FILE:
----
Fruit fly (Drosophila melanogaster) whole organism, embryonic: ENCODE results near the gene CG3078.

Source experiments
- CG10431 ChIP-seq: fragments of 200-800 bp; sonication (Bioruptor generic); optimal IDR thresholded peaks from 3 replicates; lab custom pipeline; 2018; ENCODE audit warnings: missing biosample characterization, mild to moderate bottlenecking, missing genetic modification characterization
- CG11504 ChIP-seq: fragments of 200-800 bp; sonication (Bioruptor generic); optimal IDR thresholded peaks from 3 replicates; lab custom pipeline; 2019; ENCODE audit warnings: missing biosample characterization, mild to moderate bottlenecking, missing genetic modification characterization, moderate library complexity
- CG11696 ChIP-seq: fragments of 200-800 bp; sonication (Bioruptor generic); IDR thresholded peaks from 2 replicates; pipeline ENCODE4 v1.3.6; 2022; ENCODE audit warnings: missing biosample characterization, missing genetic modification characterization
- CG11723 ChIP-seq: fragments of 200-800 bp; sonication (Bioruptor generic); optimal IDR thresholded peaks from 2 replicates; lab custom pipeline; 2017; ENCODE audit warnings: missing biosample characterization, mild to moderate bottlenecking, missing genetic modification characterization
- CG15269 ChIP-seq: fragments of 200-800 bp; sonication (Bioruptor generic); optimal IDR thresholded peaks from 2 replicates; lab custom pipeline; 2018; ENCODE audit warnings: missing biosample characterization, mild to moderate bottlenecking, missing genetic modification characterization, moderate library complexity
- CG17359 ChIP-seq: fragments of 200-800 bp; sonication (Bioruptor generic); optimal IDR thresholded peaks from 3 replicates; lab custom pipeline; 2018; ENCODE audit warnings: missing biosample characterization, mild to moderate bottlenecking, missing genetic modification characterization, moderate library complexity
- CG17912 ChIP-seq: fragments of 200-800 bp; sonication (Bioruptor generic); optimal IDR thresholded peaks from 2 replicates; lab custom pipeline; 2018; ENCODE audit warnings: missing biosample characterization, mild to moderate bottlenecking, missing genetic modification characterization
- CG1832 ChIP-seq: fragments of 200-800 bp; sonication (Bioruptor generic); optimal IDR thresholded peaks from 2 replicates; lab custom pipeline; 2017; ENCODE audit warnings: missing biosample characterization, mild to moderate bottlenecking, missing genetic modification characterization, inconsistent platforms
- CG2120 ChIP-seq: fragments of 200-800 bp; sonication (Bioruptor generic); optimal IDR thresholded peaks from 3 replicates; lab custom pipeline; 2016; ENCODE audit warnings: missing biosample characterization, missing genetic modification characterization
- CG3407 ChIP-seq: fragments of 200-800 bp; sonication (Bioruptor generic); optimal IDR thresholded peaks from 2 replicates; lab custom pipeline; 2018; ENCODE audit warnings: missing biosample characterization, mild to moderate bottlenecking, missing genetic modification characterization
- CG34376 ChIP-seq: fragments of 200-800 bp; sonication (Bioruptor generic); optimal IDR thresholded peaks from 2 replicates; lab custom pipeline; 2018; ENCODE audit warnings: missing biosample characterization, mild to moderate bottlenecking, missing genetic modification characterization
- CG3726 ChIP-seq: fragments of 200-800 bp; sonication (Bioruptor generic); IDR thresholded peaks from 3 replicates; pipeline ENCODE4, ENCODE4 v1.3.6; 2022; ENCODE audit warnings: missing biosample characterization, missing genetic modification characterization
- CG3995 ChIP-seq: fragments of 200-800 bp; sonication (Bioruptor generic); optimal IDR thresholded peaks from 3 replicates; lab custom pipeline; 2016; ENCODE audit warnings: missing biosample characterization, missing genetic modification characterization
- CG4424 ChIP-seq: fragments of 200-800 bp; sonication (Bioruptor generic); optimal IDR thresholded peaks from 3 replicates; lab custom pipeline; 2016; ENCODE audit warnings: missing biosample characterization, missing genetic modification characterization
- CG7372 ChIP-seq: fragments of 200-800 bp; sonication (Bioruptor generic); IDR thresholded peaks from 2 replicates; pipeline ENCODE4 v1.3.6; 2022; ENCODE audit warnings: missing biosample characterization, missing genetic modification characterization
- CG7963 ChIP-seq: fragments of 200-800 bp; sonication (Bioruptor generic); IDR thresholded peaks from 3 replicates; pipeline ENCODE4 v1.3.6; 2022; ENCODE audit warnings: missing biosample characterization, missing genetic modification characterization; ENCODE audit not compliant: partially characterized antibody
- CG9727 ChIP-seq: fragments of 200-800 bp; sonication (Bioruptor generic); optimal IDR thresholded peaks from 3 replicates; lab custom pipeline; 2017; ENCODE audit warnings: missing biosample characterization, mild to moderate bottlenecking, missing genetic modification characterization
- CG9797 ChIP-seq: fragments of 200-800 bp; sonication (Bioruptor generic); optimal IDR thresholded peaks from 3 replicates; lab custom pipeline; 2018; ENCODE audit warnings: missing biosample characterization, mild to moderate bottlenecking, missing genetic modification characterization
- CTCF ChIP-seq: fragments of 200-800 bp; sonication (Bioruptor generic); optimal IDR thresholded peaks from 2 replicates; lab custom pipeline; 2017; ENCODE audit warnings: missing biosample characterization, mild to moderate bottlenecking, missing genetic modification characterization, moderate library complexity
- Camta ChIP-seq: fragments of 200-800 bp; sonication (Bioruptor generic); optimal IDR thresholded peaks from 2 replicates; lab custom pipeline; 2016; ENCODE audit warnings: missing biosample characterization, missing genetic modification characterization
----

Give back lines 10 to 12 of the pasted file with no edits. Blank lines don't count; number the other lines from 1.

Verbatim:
- CG1832 ChIP-seq: fragments of 200-800 bp; sonication (Bioruptor generic); optimal IDR thresholded peaks from 2 replicates; lab custom pipeline; 2017; ENCODE audit warnings: missing biosample characterization, mild to moderate bottlenecking, missing genetic modification characterization, inconsistent platforms
- CG2120 ChIP-seq: fragments of 200-800 bp; sonication (Bioruptor generic); optimal IDR thresholded peaks from 3 replicates; lab custom pipeline; 2016; ENCODE audit warnings: missing biosample characterization, missing genetic modification characterization
- CG3407 ChIP-seq: fragments of 200-800 bp; sonication (Bioruptor generic); optimal IDR thresholded peaks from 2 replicates; lab custom pipeline; 2018; ENCODE audit warnings: missing biosample characterization, mild to moderate bottlenecking, missing genetic modification characterization